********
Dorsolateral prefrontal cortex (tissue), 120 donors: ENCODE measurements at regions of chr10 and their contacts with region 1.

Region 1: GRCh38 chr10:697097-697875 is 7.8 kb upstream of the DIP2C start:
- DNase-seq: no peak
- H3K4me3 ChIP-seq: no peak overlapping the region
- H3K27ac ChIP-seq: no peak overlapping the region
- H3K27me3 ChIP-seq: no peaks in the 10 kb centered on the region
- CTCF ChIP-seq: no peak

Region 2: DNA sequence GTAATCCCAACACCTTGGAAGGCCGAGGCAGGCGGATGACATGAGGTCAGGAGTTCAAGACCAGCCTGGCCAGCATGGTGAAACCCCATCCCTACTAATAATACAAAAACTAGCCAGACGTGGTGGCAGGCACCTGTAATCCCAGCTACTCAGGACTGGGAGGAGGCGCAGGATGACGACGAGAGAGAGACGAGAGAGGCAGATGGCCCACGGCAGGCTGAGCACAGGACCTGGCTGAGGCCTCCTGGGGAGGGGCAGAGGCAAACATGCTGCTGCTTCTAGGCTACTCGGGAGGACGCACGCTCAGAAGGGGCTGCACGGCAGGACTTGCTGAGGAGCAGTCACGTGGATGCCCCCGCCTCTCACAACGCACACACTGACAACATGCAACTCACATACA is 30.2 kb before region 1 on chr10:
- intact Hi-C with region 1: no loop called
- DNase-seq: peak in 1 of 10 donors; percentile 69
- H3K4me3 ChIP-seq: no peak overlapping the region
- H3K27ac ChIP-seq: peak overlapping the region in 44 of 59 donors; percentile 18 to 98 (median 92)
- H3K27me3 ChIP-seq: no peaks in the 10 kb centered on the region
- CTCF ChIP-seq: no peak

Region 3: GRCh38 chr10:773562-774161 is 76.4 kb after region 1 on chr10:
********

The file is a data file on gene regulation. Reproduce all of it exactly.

Dorsolateral prefrontal cortex (tissue), 120 donors: ENCODE measurements at regions of chr10 and their contacts with region 1.

Region 1: GRCh38 chr10:697097-697875 is 7.8 kb upstream of the DIP2C start:
- DNase-seq: no peak
- H3K4me3 ChIP-seq: no peak overlapping the region
- H3K27ac ChIP-seq: no peak overlapping the region
- H3K27me3 ChIP-seq: no peaks in the 10 kb centered on the region
- CTCF ChIP-seq: no peak

Region 2: DNA sequence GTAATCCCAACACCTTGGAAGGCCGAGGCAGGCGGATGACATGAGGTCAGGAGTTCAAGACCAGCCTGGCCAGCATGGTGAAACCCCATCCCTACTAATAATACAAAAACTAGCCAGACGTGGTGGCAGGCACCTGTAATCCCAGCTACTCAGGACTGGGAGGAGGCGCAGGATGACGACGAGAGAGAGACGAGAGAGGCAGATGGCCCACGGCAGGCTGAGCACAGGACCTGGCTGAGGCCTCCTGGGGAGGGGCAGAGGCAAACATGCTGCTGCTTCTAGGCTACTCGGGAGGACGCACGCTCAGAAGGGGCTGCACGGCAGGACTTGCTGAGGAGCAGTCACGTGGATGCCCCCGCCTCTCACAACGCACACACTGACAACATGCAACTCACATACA is 30.2 kb before region 1 on chr10:
- intact Hi-C with region 1: no loop called
- DNase-seq: peak in 1 of 10 donors; percentile 69
- H3K4me3 ChIP-seq: no peak overlapping the region
- H3K27ac ChIP-seq: peak overlapping the region in 44 of 59 donors; percentile 18 to 98 (median 92)
- H3K27me3 ChIP-seq: no peaks in the 10 kb centered on the region
- CTCF ChIP-seq: no peak

Region 3: GRCh38 chr10:773562-774161 is 76.4 kb after region 1 on chr10: